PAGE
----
I think we already know what secrets were in that box. Stephen Harper is picking up where George Bush left off. And if Glen Beck's Tea Party is successful, and the Republicans again assume control after the mid-terms, Harper will have accomplices.
We need an election NOW!
*Stockwell Day believes the same thing. See the Tyee: The Man Who Walks with Dinosaurs
** Perkins, like other leaders in the movement, has troubling associations with white supremacy groups. They work hard now to distance themselves from these relationships, often quoting Dr. Martin Luther King Jr. [like Glen Beck] and drawing parallels between their movement and the civil-rights movement. But during the 1996 Senate campaign of Woody Jenkins, Perkins, who was Jenkins's campaign manager, signed an $82,500 check to the head of the Ku Klux Klan, David Duke, to acquire Duke's phone bank list.' And as late as 2001, Perkins spoke at a fund-raiser for the Council of Conservative Citizens, a white nationalist group that has called blacks "a retrograde species of humanity" on its Web site.' The ties by Christian Right leaders such as Perkins with racist groups highlight the long ties between right-wing fundamentalists and American racist organizations, including the Klan, which had a chaplain assigned to each chapter. (8)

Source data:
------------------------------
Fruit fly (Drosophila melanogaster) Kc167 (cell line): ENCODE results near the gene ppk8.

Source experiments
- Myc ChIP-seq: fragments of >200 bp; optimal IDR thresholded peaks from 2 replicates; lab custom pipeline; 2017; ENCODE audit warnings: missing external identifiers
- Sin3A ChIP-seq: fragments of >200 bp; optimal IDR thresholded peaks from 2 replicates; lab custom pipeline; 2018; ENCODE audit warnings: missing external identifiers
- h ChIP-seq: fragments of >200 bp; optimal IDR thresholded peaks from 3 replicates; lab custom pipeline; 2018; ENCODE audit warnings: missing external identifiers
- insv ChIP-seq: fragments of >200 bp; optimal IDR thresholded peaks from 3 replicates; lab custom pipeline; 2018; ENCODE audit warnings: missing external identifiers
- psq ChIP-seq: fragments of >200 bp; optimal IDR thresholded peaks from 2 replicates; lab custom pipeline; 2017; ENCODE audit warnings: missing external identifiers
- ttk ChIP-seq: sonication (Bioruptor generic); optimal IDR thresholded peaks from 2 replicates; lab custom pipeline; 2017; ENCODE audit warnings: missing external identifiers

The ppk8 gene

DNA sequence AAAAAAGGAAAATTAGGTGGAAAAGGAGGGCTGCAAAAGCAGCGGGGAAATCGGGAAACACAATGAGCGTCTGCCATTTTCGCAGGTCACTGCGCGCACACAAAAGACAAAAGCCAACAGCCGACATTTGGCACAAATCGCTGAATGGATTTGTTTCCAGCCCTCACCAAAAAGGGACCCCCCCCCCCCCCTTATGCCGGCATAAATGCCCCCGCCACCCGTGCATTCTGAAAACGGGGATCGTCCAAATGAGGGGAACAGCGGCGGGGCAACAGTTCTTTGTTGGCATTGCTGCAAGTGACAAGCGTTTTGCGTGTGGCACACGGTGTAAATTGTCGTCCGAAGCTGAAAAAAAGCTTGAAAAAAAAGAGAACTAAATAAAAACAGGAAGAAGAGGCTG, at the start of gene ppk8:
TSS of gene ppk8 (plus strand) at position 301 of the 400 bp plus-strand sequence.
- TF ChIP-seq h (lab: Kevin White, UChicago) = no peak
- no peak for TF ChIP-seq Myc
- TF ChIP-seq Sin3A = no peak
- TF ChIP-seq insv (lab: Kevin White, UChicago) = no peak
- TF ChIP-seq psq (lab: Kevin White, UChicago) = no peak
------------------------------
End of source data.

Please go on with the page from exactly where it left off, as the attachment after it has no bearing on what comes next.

***Frum's sister, Linda, was one of Stephen Harper partronage senate appointments.
1. Stephen Harper – the last Straussian? This might explain why the Prime Minister acts as he does, By Rick Salutin, September 17, 2010
2. Long Shadows: Truth, Lies and History, By Erna Paris, Alfred A. Knopf, 2000, ISBN: 0-676-97251-9, Pg. 318
3. American Fascists: The Christian Right and the War on America, By Chris Hedges, Free Press, 2006, ISBN: 10-978-7432-8443-7, Pg. 127
4. Hedges, 2006, Pg. 114-115
5. Harper gallery leaves MPs speechless: Citizens who really want a national portrait gallery in Ottawa can rest easy. The government already has one. By The Ottawa Citizen, January 29, 2008
6. Harper suggests 'Belgian-style' federalism, CBC News, October 20, 2004
7. The Third Reich: Politics and Propaganda, By: David Welch, Routledge, 1993, ISBN 0-203-93014-2
8. Hedges, 2006, Pg. 135-138
9. Full text of Stephen Harper's 1997 speech, Canadian Press, December 14, 2005
10. The Pilgramage of Stephen Harper, By: Lloyd Mackey, ECW Press, 2005, ISBN: 10-1-55022-713-0 , Pg. 94 and 209
12. The D-word out of favor? Don’t tell the Canadians, By Michael Allen, Democracy Digest, December 4, 2009
13. Stephen Harper does the UN - but shouldn't: If he really wants that Security Council seat, he’d be wise to cancel lest he reveal exactly how badly Canada is failing the developing world, By Gerald Caplan, Globe and Mail, September 17, 2010